Law and order must not go off into the long grass, the Bar Council has warned after releasing new findings from the barristers’ profession today.
Barristers are providing an essential public service in delivering justice throughout the pandemic, but only 7% think access to justice is currently acceptable. 77% of self-employed barristers say people are now unable to properly access justice.
The Bar Council’s survey also reveals that Covid-19 is having a devastating effect on the profession’s sustainability and diversity, due to a major drop off in hearings and other work. This comes despite efforts by the legal professions, judiciary and HMCTS to deliver justice via remote hearings, and where necessary, conduct essential court hearings in-person.
- 65% of self-employed barristers who responded had seen a reduction in work: the typical barrister has gone from working over 50 hours a week to working fewer than 18 hours a week.
- 53% of self-employed barristers cannot survive six months and 74% cannot survive a year.
- 31% of criminal barristers will not be able to continue to practice within three months; 69% will not last six months and 88% will no longer be practicing within a year.
- 83% of young barristers (those in the first seven years of practice) cannot survive a year.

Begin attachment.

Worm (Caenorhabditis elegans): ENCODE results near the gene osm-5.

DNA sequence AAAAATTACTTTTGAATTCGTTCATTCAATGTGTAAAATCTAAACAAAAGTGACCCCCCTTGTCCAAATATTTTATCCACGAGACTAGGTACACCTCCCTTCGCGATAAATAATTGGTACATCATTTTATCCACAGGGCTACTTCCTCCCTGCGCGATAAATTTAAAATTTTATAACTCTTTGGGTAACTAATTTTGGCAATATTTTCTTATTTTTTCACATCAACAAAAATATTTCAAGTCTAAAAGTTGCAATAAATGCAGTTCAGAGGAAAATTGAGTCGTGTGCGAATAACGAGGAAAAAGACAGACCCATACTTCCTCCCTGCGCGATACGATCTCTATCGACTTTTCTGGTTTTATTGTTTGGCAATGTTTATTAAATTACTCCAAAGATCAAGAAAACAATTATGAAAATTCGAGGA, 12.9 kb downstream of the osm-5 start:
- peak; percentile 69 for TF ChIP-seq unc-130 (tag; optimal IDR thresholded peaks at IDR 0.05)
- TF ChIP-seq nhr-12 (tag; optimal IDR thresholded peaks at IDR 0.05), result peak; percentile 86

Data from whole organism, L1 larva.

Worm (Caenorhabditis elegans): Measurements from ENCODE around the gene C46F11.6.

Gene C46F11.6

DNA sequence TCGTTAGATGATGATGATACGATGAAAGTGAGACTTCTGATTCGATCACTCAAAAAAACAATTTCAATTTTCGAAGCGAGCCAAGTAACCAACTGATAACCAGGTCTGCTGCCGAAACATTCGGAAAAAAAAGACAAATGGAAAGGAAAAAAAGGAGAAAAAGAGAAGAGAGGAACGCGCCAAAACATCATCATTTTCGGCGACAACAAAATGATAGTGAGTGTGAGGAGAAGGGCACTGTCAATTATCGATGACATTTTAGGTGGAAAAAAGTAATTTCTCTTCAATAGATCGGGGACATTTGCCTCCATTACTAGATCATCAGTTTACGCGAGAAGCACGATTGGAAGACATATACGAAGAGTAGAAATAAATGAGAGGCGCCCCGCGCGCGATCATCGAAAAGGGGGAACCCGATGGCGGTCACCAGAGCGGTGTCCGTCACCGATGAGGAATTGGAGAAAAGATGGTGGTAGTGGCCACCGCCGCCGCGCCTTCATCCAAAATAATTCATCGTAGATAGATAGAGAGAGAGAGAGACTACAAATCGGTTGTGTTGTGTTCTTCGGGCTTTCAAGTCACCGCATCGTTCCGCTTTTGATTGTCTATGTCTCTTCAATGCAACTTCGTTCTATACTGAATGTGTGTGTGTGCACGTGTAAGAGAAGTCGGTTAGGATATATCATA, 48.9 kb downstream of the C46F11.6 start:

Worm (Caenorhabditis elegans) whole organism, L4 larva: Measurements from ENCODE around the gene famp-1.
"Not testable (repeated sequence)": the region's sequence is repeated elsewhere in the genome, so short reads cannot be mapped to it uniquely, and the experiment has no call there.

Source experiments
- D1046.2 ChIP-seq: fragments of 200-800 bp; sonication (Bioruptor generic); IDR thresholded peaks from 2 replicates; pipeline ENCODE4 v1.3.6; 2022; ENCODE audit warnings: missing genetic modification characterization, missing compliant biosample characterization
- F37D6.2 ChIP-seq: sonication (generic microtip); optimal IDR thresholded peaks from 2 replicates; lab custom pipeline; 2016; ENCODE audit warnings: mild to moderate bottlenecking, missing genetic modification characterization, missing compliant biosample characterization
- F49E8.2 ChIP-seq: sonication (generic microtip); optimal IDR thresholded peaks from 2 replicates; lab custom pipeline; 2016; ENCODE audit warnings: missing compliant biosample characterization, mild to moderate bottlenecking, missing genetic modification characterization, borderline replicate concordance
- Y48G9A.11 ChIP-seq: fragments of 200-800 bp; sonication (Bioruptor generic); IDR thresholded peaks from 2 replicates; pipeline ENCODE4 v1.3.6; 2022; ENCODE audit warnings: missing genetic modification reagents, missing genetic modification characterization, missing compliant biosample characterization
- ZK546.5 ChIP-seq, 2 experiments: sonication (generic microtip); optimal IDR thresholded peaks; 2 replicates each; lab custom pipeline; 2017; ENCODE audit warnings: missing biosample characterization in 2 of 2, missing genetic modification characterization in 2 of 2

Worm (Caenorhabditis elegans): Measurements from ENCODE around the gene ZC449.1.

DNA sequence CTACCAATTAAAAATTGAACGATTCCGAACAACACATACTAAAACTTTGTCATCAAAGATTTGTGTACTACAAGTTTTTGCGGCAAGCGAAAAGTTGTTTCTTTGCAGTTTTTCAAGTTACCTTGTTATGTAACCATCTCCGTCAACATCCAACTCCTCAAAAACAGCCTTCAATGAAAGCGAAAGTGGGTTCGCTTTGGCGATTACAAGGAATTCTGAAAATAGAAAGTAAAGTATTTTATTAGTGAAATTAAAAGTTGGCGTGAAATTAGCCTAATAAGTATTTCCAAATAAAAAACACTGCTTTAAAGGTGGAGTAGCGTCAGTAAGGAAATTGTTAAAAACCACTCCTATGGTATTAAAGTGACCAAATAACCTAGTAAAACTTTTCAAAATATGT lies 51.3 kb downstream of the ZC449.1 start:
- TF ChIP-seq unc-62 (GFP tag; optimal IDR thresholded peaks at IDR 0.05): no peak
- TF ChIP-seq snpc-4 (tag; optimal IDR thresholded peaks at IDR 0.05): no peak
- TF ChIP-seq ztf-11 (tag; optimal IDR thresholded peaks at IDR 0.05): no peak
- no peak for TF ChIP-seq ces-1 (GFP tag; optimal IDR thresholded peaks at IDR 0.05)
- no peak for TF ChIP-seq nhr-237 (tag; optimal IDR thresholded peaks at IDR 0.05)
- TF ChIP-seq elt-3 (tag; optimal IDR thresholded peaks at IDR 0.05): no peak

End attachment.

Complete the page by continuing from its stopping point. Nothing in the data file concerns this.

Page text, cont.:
The research also found the financial impact of Covid-19 was greater on barristers from BAME or state school backgrounds.
Amanda Pinto QC, Chair of the Bar Council, said: “These findings paint a completely different picture from just weeks before Covid-19, when law and order was high on this government’s agenda. Though circumstances have changed, the fundamental role of justice in our society has not. Barristers and others involved in the justice system are rightly classed as key workers by the government, because they are essential to ensuring that justice continues to be delivered for the public, despite the pandemic. A threat to the barristers’ profession survival is a threat to the future of our justice system.
“We can’t bury our heads in the sand and ignore the ramifications this virus has for the future of justice which affects the public in a direct way, day in, day out. Legal issues cannot be put off indefinitely. If we fall into the trap of routinely delaying hearings, adding to the ever-growing backlog of cases and taking work away from those whose livelihoods depend on it, we might very well find there are no barristers left to help pick up the pieces of the justice system after the crisis subsides. Then access to justice in England and Wales will be in real trouble. Our findings highlight the fear that this is already happening.”